DOMESTIC PARTNER TAX EXAMPLE by tdu16298

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									DOMESTIC PARTNER TAX EXAMPLE
When an employer provides health insurance for the spouse or dependents of an employee,
federal tax law allows the value of the health insurance coverage to be excluded from an
employee’s gross income. No such exclusion exists under current law for health insurance
provided by an employer to an employee’s domestic partner or the dependents of an employee’s
domestic partner.1 Accordingly, the value of the health insurance coverage provided by an
employer (including coverage paid for with employee pre-tax contributions) for an employee’s
domestic partner or the dependents of an employee’s domestic partner is income that is imputed
to the employee and subject to federal income and payroll taxes. As a result, individuals that
secure employer-provided health insurance coverage for themselves and their non-spouse, non-
dependent family members face a significant tax penalty; one that, depending on the facts
applicable to the specific individual, can be in the thousands of dollars per year and result in an
individual paying in excess of 50% more in federal taxes.

EXAMPLE 1. Employee A is 35 years of age, earns $32,760 per year,2 and has a federal tax
liability for 2007 of $3,210.3 Employee A has self-only health insurance coverage under his
employer’s group health plan, and the $373 monthly premium attributable to such coverage is
paid for by his employer.4 Because federal law excludes from an employee’s income the value
of health insurance coverage provided to the employee by an employer, Employee A is not taxed
on the value of the coverage provided to him by his employer. Employee A’s federal tax liability
remains unchanged at $3,210.

EXAMPLE 2. Employee B is also 35 years of age and earns $32,760 per year, but has family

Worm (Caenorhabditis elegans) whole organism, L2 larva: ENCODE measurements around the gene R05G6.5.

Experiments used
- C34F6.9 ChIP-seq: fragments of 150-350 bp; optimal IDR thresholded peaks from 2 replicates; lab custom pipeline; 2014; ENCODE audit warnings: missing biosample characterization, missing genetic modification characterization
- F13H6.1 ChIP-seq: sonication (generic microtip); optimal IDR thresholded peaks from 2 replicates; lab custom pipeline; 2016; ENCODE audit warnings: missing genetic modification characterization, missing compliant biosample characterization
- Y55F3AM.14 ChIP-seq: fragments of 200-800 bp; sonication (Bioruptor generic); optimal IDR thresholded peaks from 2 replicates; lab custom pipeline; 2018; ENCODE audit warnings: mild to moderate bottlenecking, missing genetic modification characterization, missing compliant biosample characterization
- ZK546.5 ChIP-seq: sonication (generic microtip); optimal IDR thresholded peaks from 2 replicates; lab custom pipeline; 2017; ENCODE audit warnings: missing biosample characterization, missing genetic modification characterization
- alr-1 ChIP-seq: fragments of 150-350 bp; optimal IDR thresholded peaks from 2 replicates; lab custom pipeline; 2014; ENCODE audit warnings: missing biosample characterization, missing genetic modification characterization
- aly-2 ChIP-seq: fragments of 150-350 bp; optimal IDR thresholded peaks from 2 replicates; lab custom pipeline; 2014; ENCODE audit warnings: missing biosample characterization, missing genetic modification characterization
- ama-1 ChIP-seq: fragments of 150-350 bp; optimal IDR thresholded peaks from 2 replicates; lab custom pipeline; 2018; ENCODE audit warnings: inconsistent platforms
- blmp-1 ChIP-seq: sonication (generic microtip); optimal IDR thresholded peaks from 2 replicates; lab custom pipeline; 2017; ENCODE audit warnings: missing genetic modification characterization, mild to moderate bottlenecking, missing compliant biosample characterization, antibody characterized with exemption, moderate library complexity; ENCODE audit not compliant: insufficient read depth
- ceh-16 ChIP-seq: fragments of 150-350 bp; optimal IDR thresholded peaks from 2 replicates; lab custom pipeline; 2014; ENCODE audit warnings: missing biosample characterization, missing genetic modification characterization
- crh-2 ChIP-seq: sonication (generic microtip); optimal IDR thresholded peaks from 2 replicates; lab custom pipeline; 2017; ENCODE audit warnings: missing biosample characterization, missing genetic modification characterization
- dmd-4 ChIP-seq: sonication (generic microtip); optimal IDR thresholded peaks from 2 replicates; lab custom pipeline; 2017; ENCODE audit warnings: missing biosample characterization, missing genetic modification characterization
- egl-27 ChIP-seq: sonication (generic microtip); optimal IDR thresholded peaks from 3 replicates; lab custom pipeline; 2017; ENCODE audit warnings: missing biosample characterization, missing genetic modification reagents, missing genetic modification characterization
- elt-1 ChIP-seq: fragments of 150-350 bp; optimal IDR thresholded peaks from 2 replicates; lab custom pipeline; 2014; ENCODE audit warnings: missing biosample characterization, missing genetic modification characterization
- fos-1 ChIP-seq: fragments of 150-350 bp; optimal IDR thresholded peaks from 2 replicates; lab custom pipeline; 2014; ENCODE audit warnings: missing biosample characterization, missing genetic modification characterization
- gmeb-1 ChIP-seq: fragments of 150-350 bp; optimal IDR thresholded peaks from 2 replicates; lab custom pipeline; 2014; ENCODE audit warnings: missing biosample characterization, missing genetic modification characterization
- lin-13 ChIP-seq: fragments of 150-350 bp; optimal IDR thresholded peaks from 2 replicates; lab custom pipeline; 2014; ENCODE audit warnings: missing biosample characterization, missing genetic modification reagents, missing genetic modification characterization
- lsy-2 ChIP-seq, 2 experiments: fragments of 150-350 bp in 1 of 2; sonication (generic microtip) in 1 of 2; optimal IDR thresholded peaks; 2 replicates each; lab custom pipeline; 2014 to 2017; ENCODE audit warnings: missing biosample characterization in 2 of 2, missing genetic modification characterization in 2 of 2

health coverage under his employer’s group health plan for himself and his spouse.5 The
employer pays the monthly premium of $1,009 attributable to Employee B’s family coverage.6

1
  Note: Although not discussed herein, there are certain limited circumstances under which a domestic partner can
qualify as a “dependent” under federal tax laws for the purposes of receiving tax-free employer-provided health
insurance coverage.
2
  The income selected is based on median income on 2005 federal income tax returns as reported by the IRS,
projected forward to 2007 assuming a 3 percent annual increase. See
http://www.irs.gov/taxstats/article/0,,id=102886,00.html.
3
   The applicable federal payroll tax rate (i.e., 7.65%) and federal marginal income tax rates and the calculation of
federal tax liability are based on 2007 federal tax laws, assuming that the taxpayer claims the standard deduction and
one exemption (with phase-out of the personal exemption included, as applicable). Given that the value of the
health insurance coverage provided to Employee A is excludable from income, Employee A incurs no payroll tax
liability with respect to the coverage provided.
4
  The average monthly premium for employer-sponsored self-only or individual coverage was $373 for 2007. See